Friday, June 18, 2010

Hagan seeing uptick in approval numbers

The North Carolina politician who's seen the best improvement in their approval numbers since the start of the year, albeit quietly, has been Kay Hagan. Her numbers still leave something to be desired with 34% of voters giving her good marks to 39% who disapprove. But that represents a significant improvement from where she was in January when just 29% of voters said they approved of her with 42% disapproving.

Her most dramatic improvement has come with independents, whose negative feelings seem to have softened a little bit with the health care issue in the rear view mirror. Earlier this year Hagan saw a -27 approval spread with them at 21/48 but she's improved 15 points on that front to -12 at 27/39. She's also seeing an increase in popularity with her base, from 49% approval with Democrats earlier this year to now 56%.

At the start of 2010 there was a 16 point gap in the approval spreads of Hagan and Richard Burr, with her at -13 and him at 3. Now there's just a 3 point gap with Hagan's at -5 and Burr's at -2.

The main reason Hagan's numbers continue to be in overall negative territory is that Republicans are more strong in their disapproval (72%) of her than Democrats are in their favor (56%). That's mostly because 29% of Democrats haven't yet formed an opinion of Hagan while only 19% of GOP voters reserve judgment.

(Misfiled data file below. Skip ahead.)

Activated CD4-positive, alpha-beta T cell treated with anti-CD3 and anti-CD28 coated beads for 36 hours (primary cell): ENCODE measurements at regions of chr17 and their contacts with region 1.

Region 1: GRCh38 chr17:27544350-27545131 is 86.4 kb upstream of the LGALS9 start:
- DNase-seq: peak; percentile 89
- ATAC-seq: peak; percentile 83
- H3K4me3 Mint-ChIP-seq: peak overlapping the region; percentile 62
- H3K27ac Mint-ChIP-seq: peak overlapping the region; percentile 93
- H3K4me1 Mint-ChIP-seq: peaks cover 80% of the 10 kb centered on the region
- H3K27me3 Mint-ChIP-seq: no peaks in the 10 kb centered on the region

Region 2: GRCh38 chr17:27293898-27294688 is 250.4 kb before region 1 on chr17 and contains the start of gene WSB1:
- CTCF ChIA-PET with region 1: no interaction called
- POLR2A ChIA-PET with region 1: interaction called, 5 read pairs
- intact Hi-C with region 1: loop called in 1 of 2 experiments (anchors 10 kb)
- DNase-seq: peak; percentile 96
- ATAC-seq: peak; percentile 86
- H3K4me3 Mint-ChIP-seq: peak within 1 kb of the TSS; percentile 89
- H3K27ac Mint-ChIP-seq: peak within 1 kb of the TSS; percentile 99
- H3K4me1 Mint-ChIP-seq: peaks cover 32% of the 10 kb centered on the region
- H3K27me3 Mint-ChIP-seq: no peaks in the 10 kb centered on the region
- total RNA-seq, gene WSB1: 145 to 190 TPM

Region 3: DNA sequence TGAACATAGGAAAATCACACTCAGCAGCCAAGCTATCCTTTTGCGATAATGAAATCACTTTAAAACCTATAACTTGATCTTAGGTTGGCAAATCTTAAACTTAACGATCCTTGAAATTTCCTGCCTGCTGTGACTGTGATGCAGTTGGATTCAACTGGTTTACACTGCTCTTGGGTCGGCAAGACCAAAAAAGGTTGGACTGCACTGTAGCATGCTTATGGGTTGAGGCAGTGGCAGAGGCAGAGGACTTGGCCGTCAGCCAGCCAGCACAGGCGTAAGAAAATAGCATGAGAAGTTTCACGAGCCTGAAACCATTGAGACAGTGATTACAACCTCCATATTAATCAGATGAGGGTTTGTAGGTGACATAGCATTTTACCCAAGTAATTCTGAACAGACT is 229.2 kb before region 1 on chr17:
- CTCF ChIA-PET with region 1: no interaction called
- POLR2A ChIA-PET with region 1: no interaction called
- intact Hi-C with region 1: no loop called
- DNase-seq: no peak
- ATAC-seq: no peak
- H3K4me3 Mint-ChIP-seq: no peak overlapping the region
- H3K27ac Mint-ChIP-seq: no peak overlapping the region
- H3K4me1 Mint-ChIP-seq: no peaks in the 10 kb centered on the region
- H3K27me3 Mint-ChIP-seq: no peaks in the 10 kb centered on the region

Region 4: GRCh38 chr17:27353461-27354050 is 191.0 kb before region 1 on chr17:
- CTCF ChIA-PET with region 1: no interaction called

Hagan has a way to go but unlike most politicians across the country her numbers are at least on an upward trajectory so far in 2010.

5 comments:

Anonymous said...

At least you're back to commentary on your own polls, so kudos to that. But... no non-PPP polls to talk about so you dig up one that you posted ten days ago?

Tom Jensen said...

If you would like PPP to have fresh polls every day you are welcome to pay us to do some.

Anonymous said...

When polling self-described independents, it would be interesting to see the results of "Who did you vote for in 2004, Bush or Kerry?" and "Who did you vote for in 2008, Obama or McCain?" included. People claiming Republican affiliation still seem to be down from where they were in 2006, having shifted to calling themselves 'independents' but still voting like straight-ticket Republicans. This shift seems likely to account for a substantial portion of the 'independent' vote moving against Democrats.

Dustin Ingalls said...

Anonymous, you're very right. We do, however, always ask how people voted in 2008. Not in 2004, though.

todd said...

Kay Hagan's most significant contribution so far is making Al Franken look qualified to be a Senator by contrast. Speaking as someone from North Carolina who isn't particularly proud of it.

 
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